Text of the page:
berghofe@3096

1 
\documentclass[12pt]{article}

paulson@4239

2 
\usepackage{a4,../iman,../extra,../proof}

wenzelm@2656

3 

lcp@105

4 
%% $Id$

lcp@105

5 
%% run bibtex intro to prepare bibliography

lcp@105

6 
%% run ../sedindex intro to prepare index file

lcp@105

7 
%prth *(\(.*\)); \1;

lcp@105

8 
%{\\out \(.*\)} {\\out val it = "\1" : thm}

lcp@105

9 

lcp@105

10 
\title{Introduction to Isabelle}

lcp@105

11 
\author{{\em Lawrence C. Paulson}\\

paulson@3127

12 
Computer Laboratory \\ University of Cambridge \\

paulson@3127

13 
\texttt{lcp@cl.cam.ac.uk}\\[3ex]

paulson@3127

14 
With Contributions by Tobias Nipkow and Markus Wenzel

lcp@105

15 
}

lcp@105

16 
\makeindex

lcp@105

17 

lcp@105

18 
\underscoreoff

lcp@105

19 

lcp@105

20 
\setcounter{secnumdepth}{2} \setcounter{tocdepth}{2}

lcp@105

21 

lcp@105

22 
\sloppy

lcp@105

23 
\binperiod %%%treat . like a binary operator

lcp@105

24 

lcp@105

25 
\newcommand\qeq{\stackrel{?}{\equiv}} %for disagreement pairs in unification

lcp@105

26 
\newcommand{\nand}{\mathbin{\lnot\&}}

lcp@105

27 
\newcommand{\xor}{\mathbin{\#}}

lcp@105

28 

lcp@105

29 
\pagenumbering{roman}

lcp@105

30 
\begin{document}

lcp@105

31 
\pagestyle{empty}

lcp@105

32 
\begin{titlepage}

lcp@105

33 
\maketitle

lcp@105

34 
\thispagestyle{empty}

lcp@105

35 
\vfill

lcp@105

36 
{\small Copyright \copyright{} \number\year{} by Lawrence C. Paulson}

lcp@105

37 
\end{titlepage}

lcp@105

38 

lcp@105

39 
\pagestyle{headings}

lcp@105

40 
\part*{Preface}

paulson@1878

41 
\index{Isabelle!overview} \index{Isabelle!objectlogics supported}

paulson@1878

42 
Isabelle~\cite{paulsonnatural,paulsonfound,paulson700} is a generic theorem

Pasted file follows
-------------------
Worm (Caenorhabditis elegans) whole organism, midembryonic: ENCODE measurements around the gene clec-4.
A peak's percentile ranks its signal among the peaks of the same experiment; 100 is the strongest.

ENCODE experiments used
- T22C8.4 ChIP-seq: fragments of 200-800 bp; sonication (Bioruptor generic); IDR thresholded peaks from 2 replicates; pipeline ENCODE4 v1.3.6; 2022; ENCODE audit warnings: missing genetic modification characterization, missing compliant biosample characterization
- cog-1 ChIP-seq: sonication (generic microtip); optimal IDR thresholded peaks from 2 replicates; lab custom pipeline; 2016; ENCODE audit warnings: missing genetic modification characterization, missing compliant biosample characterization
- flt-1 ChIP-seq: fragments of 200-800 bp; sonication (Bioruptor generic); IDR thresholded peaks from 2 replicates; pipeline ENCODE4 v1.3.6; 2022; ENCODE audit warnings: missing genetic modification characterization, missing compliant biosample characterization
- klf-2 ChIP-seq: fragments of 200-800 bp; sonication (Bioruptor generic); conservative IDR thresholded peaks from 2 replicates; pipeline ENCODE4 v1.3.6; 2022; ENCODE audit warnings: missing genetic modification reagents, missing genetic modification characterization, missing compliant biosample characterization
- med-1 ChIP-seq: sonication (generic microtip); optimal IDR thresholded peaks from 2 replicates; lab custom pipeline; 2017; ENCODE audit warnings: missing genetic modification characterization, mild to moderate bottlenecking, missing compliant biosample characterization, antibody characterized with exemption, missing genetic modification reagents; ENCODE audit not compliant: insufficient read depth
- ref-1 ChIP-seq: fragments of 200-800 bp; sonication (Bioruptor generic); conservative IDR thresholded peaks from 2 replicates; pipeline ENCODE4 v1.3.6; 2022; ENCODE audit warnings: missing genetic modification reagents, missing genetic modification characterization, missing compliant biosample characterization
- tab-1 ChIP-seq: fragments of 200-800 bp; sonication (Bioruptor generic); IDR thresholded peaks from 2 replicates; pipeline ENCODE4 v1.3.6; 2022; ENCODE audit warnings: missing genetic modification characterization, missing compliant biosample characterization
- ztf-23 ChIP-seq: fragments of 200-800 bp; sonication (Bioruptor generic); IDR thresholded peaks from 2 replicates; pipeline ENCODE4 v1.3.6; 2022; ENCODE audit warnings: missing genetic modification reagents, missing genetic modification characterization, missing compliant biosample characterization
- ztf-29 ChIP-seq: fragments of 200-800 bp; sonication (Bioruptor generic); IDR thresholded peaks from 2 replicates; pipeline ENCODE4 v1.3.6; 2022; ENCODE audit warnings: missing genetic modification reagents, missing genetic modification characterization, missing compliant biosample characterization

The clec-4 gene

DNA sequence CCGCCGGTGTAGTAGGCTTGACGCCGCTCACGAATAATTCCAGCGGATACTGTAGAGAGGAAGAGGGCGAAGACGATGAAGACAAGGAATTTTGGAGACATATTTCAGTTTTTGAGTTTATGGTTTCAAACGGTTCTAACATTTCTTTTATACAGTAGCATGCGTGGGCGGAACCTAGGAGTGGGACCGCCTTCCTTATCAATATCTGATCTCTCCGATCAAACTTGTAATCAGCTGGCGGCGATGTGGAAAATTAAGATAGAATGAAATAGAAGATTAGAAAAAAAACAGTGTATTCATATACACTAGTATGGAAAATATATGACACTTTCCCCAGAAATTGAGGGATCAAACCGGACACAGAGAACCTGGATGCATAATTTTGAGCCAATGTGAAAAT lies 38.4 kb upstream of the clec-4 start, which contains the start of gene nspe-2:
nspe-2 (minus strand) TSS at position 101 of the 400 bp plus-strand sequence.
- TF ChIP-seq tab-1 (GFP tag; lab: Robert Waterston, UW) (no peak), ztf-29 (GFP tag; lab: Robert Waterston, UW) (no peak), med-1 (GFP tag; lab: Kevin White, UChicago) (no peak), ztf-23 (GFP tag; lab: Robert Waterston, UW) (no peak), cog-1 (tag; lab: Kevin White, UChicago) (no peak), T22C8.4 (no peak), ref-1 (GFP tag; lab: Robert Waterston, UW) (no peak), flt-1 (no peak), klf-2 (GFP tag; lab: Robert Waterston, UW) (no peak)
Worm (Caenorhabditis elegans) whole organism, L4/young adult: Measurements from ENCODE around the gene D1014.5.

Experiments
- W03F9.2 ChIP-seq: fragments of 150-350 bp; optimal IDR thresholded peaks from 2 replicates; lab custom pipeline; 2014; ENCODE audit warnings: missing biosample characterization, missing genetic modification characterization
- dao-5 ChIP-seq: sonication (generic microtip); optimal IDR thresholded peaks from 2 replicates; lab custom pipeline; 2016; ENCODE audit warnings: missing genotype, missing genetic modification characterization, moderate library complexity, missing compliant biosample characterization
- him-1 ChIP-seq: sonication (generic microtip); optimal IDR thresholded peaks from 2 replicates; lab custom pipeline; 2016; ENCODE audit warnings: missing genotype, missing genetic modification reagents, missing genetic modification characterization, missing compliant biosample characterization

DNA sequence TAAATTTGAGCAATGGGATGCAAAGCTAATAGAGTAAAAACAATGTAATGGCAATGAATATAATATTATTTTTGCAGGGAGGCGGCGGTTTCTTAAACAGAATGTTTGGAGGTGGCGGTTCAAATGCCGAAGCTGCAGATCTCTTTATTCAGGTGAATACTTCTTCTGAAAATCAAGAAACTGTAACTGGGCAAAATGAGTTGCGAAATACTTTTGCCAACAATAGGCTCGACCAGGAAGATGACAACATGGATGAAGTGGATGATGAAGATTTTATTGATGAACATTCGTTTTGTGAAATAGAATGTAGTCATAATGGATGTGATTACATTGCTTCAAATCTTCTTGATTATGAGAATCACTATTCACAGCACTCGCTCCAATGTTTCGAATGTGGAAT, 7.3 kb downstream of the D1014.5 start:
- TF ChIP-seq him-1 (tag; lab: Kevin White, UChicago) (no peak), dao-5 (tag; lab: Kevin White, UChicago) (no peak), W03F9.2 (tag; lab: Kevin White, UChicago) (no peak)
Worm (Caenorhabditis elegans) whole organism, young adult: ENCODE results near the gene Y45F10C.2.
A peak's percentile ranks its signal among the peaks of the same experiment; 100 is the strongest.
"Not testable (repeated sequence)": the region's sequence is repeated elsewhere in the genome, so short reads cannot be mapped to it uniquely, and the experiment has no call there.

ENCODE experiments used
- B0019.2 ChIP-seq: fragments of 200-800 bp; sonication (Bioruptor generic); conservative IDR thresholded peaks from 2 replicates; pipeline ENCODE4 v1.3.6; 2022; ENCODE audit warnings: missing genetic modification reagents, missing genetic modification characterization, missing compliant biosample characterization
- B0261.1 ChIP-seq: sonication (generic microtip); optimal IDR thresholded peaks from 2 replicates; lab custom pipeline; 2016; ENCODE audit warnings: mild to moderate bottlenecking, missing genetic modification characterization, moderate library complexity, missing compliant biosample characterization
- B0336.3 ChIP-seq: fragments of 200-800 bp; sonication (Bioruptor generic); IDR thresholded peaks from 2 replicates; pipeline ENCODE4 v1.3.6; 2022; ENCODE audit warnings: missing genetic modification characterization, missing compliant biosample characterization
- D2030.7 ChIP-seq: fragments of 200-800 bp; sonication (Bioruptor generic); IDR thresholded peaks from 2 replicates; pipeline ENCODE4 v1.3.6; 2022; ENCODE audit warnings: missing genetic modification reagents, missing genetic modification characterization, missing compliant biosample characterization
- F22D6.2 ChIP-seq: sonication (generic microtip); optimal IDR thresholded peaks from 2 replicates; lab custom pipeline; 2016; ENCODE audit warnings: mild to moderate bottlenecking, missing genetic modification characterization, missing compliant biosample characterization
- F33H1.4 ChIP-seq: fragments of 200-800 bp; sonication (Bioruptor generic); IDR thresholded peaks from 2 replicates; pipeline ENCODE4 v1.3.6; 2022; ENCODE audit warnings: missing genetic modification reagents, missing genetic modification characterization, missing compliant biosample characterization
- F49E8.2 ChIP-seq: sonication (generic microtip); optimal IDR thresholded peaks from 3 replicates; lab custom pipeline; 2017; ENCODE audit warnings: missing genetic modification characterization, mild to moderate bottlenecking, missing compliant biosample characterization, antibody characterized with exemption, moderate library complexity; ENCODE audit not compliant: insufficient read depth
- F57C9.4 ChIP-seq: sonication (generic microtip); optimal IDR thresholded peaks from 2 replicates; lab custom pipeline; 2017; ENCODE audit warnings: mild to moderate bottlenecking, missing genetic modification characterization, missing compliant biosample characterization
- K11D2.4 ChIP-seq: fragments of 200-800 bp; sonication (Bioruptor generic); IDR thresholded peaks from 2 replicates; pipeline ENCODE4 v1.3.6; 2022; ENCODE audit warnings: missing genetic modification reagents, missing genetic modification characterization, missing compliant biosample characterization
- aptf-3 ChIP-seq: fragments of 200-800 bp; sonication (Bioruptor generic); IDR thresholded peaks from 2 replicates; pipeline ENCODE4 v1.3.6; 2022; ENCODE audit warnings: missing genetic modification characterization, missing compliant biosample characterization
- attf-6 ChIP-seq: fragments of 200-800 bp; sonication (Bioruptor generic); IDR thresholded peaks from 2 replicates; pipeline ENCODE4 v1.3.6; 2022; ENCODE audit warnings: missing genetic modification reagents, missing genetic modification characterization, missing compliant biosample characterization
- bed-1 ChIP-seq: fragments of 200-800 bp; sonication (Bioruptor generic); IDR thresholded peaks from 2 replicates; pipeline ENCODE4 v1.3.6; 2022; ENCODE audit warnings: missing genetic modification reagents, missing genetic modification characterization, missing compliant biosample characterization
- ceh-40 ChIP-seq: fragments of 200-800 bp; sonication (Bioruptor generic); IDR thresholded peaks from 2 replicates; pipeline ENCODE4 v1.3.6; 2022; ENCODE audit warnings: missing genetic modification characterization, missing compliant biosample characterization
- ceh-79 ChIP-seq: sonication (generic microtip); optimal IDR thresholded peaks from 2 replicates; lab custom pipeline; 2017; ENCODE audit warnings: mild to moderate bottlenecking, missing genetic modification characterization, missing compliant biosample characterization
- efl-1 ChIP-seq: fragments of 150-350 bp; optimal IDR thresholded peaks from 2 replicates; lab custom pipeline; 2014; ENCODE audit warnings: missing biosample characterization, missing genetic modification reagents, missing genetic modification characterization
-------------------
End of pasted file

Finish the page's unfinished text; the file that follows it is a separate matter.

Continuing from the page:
paulson@1878

43 
prover. It has been instantiated to support reasoning in several

paulson@1878

44 
objectlogics:

lcp@105

45 
\begin{itemize}

lcp@105

46 
\item firstorder logic, constructive and classical versions

lcp@105

47 
\item higherorder logic, similar to that of Gordon's {\sc

lcp@348

48 
hol}~\cite{mgordonhol}

lcp@105

49 
\item ZermeloFraenkel set theory~\cite{suppes72}

lcp@105

50 
\item an extensional version of MartinL\"of's Type Theory~\cite{nordstrom90}

lcp@105

51 
\item the classical firstorder sequent calculus, {\sc lk}

lcp@105

52 
\item the modal logics $T$, $S4$, and $S43$

lcp@105

53 
\item the Logic for Computable Functions~\cite{paulson87}

lcp@105

54 
\end{itemize}

lcp@105

55 
A logic's syntax and inference rules are specified declaratively; this

lcp@105

56 
allows singlestep proof construction. Isabelle provides control

lcp@105

57 
structures for expressing search procedures. Isabelle also provides

lcp@105

58 
several generic tools, such as simplifiers and classical theorem provers,

lcp@105

59 
which can be applied to objectlogics.

lcp@105

60 

lcp@105

61 
\index{ML}

lcp@105

62 
Isabelle is a large system, but beginners can get by with a small

lcp@105

63 
repertoire of commands and a basic knowledge of how Isabelle works. Some

lcp@105

64 
knowledge of Standard~\ML{} is essential, because \ML{} is Isabelle's user

lcp@105

65 
interface. Advanced Isabelle theorem proving can involve writing \ML{}

lcp@105

66 
code, possibly with Isabelle's sources at hand. My book

lcp@105

67 
on~\ML{}~\cite{paulson91} covers much material connected with Isabelle,

lcp@105

68 
including a simple theorem prover. Users must be familiar with logic as

lcp@105

69 
used in computer science; there are many good

lcp@105

70 
texts~\cite{galton90,reeves90}.

lcp@105

71 

lcp@105

72 
\index{LCF}

lcp@348

73 
{\sc lcf}, developed by Robin Milner and colleagues~\cite{mgordon79}, is an

lcp@105

74 
ancestor of {\sc hol}, Nuprl, and several other systems. Isabelle borrows

lcp@105

75